Workers' Compensation Medical Benefits

Workers who have suffered an on-the-job injury are entitled to receive medical care to help cure and relieve the effects of the injury. This treatment is given by "authorized treating physicians" at the expense of the workers' compensation insurance carrier.

What is often a problem for injured workers is that the authorized treating physicians are selected by the employer, not the employee. These doctors are often biased because many of them have had lasting and lucrative relationships with the employer or the insurance company and have had no long-term relationship with the worker who has been injured. Thus, pressure may be put on the physician to release the injured worker from treatment early or to find that the injured worker has no impairment.

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In a workers' compensation case, when the treating physician is more interested in pleasing the insurance company than in caring for an injured worker, it is time to contact an experienced Colorado workers' compensation attorney who can explain and protect your medical benefits' rights. At the Eley Law Firm in Denver, we have been protecting the medical benefits of Colorado workers for more than 30 years.

Who Is The ATP Or Authorized Treating Physician?

The authorized treating physician (ATP) is determined by the employer at the time the employer is told that the worker was injured. The employer usually sends the claimant to a predetermined clinic. However, if the employer fails to send the worker to a doctor, the worker can choose his own doctor. Once that choice is made, the worker must continue with the authorized treating physician or any other doctor to whom the ATP refers the worker. A worker can request a one-time change of physician within 45 days after he or she is injured.

What Happens If Medical Treatment Is Denied?

The insurance company can still deny medical treatment even if it is recommended by the ATP. It is not uncommon for an insurance company to deny authorization for treatment if an expensive procedure, such as surgery, is recommended. In these instances, the insurer will reach out to an independent medical examiner for his or her opinion. The "independence" of these doctors is sometimes questionable. Many of them do a great deal of business with insurance companies. If the insurance company's doctor does not agree with the treating physician, the matter may have to be determined by a judge.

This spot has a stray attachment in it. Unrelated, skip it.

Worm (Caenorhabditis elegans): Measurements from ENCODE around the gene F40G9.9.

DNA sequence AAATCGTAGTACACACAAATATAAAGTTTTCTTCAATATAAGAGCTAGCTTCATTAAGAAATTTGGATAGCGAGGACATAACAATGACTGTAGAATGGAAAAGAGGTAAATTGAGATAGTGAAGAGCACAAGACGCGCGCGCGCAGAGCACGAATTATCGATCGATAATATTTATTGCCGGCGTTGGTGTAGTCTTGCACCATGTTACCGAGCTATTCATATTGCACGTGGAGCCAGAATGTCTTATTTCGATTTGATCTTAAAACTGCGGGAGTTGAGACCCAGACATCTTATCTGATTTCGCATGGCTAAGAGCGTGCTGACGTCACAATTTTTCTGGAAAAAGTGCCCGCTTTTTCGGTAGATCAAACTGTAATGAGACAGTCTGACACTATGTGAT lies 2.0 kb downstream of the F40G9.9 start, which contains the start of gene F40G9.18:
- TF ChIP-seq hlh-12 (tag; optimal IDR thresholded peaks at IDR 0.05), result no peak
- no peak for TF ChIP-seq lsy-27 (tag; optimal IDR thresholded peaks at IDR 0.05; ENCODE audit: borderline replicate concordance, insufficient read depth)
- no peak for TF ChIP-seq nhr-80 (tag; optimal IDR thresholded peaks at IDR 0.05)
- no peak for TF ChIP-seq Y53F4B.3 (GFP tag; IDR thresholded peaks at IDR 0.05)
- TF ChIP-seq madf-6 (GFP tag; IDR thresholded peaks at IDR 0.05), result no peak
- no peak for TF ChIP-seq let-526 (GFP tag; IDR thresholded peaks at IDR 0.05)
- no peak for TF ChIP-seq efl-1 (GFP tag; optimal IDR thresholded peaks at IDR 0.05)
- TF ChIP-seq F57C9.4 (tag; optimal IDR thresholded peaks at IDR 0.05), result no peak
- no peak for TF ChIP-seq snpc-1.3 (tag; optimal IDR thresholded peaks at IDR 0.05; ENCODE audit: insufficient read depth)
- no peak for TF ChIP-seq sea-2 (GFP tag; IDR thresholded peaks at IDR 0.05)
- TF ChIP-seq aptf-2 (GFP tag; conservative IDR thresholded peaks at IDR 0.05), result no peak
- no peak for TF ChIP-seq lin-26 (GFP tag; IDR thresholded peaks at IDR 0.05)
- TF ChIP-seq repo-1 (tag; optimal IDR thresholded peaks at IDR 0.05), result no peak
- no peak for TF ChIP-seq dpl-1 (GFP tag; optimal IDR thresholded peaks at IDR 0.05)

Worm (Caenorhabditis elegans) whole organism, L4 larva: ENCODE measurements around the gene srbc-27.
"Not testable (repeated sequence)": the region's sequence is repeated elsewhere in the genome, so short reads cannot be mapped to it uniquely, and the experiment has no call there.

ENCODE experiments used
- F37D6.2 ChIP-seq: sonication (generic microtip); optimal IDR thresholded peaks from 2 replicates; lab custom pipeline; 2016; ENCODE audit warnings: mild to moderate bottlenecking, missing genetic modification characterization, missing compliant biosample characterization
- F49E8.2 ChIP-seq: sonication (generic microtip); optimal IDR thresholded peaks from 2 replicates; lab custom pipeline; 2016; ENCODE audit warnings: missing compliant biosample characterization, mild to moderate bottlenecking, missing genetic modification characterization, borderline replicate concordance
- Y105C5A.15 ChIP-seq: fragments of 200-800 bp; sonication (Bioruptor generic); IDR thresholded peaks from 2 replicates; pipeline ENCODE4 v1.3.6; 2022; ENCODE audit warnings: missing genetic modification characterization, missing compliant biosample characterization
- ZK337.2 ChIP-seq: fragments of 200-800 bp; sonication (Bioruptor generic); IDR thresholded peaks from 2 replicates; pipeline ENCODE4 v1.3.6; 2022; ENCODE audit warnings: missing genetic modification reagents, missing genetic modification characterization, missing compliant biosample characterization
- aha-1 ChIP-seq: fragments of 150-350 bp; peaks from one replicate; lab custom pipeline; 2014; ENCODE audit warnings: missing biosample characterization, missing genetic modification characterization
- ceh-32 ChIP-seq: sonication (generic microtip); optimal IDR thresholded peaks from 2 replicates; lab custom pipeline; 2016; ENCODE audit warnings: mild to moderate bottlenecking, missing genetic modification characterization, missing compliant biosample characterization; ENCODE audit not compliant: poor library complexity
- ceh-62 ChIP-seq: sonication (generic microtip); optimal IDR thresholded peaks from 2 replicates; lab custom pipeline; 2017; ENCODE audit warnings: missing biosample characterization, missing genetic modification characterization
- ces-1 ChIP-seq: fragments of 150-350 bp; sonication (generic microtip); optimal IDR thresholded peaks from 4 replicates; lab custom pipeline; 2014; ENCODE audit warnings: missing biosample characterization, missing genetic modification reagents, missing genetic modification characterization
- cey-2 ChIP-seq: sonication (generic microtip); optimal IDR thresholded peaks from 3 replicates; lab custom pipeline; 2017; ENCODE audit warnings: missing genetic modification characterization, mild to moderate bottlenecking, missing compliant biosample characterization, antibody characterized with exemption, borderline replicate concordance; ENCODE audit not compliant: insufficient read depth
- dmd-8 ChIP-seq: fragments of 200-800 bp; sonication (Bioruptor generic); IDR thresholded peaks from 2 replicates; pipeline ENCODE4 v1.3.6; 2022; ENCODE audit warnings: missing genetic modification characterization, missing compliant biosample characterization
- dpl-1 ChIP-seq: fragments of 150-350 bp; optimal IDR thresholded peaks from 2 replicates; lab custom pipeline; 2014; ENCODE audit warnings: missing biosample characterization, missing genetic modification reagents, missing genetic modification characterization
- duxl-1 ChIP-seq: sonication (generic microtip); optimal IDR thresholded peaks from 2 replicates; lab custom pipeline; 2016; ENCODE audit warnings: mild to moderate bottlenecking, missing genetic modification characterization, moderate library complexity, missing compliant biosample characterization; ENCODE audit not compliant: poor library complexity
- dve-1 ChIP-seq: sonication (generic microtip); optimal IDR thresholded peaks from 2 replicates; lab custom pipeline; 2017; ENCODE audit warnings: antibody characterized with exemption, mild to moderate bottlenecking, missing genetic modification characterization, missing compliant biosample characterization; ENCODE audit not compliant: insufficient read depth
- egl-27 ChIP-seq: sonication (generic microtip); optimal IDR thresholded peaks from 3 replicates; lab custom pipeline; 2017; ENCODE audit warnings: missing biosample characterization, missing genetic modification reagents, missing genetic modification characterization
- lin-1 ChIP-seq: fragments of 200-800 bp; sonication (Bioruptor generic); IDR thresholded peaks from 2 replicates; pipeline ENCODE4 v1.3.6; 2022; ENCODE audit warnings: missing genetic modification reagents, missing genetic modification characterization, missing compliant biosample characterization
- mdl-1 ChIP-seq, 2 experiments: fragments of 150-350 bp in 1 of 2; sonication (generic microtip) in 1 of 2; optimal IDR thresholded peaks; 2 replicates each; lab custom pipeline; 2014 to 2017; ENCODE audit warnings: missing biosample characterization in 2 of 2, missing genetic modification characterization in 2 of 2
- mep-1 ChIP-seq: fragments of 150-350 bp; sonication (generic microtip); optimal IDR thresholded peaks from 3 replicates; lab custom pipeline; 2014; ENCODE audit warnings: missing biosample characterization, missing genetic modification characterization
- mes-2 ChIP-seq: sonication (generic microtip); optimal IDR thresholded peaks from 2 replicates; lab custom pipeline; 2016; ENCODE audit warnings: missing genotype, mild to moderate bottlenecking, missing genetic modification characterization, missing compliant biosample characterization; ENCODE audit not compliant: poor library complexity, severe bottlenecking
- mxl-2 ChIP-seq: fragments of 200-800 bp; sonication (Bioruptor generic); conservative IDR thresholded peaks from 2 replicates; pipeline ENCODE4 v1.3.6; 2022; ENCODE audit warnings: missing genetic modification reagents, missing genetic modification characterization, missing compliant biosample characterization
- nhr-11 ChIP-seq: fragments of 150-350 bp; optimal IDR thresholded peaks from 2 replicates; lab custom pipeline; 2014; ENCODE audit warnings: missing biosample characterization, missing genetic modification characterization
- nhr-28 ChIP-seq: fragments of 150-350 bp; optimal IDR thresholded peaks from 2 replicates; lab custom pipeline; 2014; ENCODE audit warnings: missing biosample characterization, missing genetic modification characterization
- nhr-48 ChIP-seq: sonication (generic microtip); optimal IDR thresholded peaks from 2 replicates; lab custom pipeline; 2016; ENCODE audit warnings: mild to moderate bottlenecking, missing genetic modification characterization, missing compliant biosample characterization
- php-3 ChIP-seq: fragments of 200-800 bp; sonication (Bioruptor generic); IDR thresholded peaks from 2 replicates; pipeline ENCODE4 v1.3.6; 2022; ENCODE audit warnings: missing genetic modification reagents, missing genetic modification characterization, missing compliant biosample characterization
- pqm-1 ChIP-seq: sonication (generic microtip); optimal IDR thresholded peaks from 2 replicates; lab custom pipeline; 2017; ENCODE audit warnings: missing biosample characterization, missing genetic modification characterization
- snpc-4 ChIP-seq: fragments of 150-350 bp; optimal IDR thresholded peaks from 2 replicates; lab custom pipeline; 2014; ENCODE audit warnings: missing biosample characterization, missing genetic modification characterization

What Is The Role Of The Nurse Case Manager?

Frequently, a nurse case manager (NCM) from the insurance carrier will accompany an injured worker on medical appointments. This gives the insurance company more direct access to the treating physician. Sometimes the nurse case managers can help coordinate treatment and help get treatment authorized. On the other hand, sometimes the nurse case manager can push doctors to release the worker early or to reduce the workers' restrictions.

The injured worker does not have to agree to have a nurse case manager. If you do not want a nurse case manager, you should tell the insurance company in writing that the nurse's services are no longer needed. You should also say in writing that you withdraw any authorization that the nurse case manager had to talk to medical providers.

Know Your Rights · 720-644-8759 · 866-371-3322 · Contact The Eley Law Firm

Call the Eley Law Firm today for a free case evaluation from an experienced workers' compensation attorney. You may also fill out the email form on the contact page, and a representative from the office will be in touch with you shortly. We look forward to hearing from you and helping with your workers' comp case.